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Too Many Goals?Posted Thursday, May 29, 2014
Goals are powerful leadership tools. They focus attention and effort on the key accomplishments needed for organizational success. If goals are good, are more goals better? As a leader, how many goals should you set?
Basics of Goal Setting
As a leader, goal setting is an essential part of your leadership toolbox. Like any tool, you have to use goals right:
Set SMART goals. Smart goals are specific, measurable, actionable, realistic and time-bound.
Coordinate goals. Use management by objectives to ensure goals are coordinated between people and organizations.
Provide metrics. Give goal-specific feedback to further shape and refine behavior. I will discuss metrics more in my next post.
No Goals are No Good
Leadership is managing energy in yourself first and then in others. Goals help you manage energy. Goals provide a destination for efforts. They give direction and quantity for work related behaviors. If you have no goals, your own efforts will be unfocused. And if you do not set goals with your team, their efforts may be unfocused also, or their efforts may be focused on things that do not contribute to the organization’s success.
Too Many Goals
Goal setting is good, but be careful. Too many goals can backfire. The key benefit of a goal is to focus energy. More goals create more focal points. Like a busy instrument panel, too many goals can confuse and distract rather than focus attention.
So, how many goals is too many?
More than three goals is the same as no goals. When a client asks how many goals to set, I use this simple rule of thumb as a starting point.
A simple rule of thumb is better than nothing, but principles of leadership are outdated. Here are more refined ways to think about the maximum number of goals.
More goals with experience. An experienced pilot shouldn’t have trouble making sense of a plane’s control panel. An employee with years of good performance can handle more than three goals.
More goals with phased timing. If you have a complex project, a project plan might have dozens or hundreds of task goals. So long as your employee understands the project plan, the number of goals will not be an issue.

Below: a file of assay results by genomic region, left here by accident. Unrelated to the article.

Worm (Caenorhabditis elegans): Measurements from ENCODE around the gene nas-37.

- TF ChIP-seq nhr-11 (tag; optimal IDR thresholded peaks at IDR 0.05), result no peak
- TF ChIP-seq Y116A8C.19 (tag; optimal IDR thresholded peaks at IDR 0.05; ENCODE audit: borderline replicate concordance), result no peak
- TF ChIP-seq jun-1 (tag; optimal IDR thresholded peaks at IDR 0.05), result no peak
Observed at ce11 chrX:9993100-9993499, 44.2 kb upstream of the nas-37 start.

More situational goals. Some goals are relevant only in certain situations. For a retail business, you might have a SMART goal about customer wait times. If customers are not waiting, that goal is not triggered. You can have other goals about stocking or cleaning that are triggered in other situations.
In other words, the maximum number of effective goals depends on the situation your employee faces. To really know how many goals, you should have an ongoing dialogue about goals with your employees.
Goal setting. At the beginning of the performance cycle, set goals participatively. Get your employee’s sense of what is realistic.
Goal performance. While the goals are in place, keep the conversation going. Get to know their work pace and their motivations. Adjust goals as needed, whether it is the type of goal, the level or the number of goals.
Goal review. At the end of the performance cycle, evaluate performance against goals. And also evaluate the goals themselves. Ask how the goals helped or hindered performance. And be open to correcting your missteps in setting goals or supporting your employee’s performance.
Throughout the goal cycle, keep the conversation going. And, make it a dialogue. Actively listen as much as you speak.
Bottom line: Know how many goals is too many. Understand the situation each employee faces and work with them to set a realistic number of goals. And, if you have created too many goals for an employee, back off. Prioritize and consolidate goals to get the right number of goals. You will help your employees focus their attention and increase their performance.
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